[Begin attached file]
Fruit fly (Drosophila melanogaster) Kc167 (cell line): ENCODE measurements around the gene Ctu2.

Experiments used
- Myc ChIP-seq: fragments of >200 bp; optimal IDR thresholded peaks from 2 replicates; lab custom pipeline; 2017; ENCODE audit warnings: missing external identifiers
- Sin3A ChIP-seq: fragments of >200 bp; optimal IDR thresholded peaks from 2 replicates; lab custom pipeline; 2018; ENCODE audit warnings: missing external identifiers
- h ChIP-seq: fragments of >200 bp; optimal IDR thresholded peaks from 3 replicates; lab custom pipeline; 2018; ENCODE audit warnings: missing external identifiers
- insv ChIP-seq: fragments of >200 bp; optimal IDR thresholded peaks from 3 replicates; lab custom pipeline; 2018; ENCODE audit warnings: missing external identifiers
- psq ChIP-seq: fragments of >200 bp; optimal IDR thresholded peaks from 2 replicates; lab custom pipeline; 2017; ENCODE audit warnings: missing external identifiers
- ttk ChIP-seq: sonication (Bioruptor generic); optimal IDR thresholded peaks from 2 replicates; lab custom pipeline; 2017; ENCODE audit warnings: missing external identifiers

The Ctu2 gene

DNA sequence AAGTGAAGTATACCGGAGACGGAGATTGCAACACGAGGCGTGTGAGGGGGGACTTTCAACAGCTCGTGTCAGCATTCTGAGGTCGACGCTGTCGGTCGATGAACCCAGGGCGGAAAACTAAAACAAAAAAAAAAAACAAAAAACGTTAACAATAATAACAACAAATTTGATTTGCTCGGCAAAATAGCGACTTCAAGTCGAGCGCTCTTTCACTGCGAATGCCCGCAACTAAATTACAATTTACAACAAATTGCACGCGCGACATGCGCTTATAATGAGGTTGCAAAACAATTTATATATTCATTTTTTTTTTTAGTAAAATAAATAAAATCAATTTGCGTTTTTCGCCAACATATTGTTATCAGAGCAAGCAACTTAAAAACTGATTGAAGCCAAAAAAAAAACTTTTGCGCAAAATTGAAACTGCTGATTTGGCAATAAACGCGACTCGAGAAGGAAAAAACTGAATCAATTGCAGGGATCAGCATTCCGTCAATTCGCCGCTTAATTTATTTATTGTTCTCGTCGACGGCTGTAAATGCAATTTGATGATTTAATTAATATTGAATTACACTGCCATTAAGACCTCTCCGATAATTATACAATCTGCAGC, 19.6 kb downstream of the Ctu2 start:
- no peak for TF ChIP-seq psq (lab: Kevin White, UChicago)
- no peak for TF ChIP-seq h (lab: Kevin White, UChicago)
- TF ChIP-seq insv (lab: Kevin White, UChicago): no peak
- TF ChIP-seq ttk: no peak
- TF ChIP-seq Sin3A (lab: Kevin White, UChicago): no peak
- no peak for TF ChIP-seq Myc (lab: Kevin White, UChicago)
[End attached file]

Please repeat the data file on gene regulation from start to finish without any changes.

Fruit fly (Drosophila melanogaster) Kc167 (cell line): ENCODE measurements around the gene Ctu2.

Experiments used
- Myc ChIP-seq: fragments of >200 bp; optimal IDR thresholded peaks from 2 replicates; lab custom pipeline; 2017; ENCODE audit warnings: missing external identifiers
- Sin3A ChIP-seq: fragments of >200 bp; optimal IDR thresholded peaks from 2 replicates; lab custom pipeline; 2018; ENCODE audit warnings: missing external identifiers
- h ChIP-seq: fragments of >200 bp; optimal IDR thresholded peaks from 3 replicates; lab custom pipeline; 2018; ENCODE audit warnings: missing external identifiers
- insv ChIP-seq: fragments of >200 bp; optimal IDR thresholded peaks from 3 replicates; lab custom pipeline; 2018; ENCODE audit warnings: missing external identifiers
- psq ChIP-seq: fragments of >200 bp; optimal IDR thresholded peaks from 2 replicates; lab custom pipeline; 2017; ENCODE audit warnings: missing external identifiers
- ttk ChIP-seq: sonication (Bioruptor generic); optimal IDR thresholded peaks from 2 replicates; lab custom pipeline; 2017; ENCODE audit warnings: missing external identifiers

The Ctu2 gene

DNA sequence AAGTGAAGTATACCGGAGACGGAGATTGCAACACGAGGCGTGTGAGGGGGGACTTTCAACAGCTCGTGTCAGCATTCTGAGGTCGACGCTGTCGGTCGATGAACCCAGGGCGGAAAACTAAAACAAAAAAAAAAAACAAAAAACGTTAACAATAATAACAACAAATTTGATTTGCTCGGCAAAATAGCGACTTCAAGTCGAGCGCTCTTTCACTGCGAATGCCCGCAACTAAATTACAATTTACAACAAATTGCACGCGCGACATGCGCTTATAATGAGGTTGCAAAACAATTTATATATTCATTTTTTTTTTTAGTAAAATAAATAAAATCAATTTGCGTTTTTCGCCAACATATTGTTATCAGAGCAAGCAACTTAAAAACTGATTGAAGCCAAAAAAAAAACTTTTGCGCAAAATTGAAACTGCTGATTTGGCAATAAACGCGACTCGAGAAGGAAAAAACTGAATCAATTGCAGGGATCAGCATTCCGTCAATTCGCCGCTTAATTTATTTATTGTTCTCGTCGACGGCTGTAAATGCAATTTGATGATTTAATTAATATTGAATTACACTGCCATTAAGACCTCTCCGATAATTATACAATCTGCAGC, 19.6 kb downstream of the Ctu2 start:
- no peak for TF ChIP-seq psq (lab: Kevin White, UChicago)
- no peak for TF ChIP-seq h (lab: Kevin White, UChicago)
- TF ChIP-seq insv (lab: Kevin White, UChicago): no peak
- TF ChIP-seq ttk: no peak
- TF ChIP-seq Sin3A (lab: Kevin White, UChicago): no peak
- no peak for TF ChIP-seq Myc (lab: Kevin White, UChicago)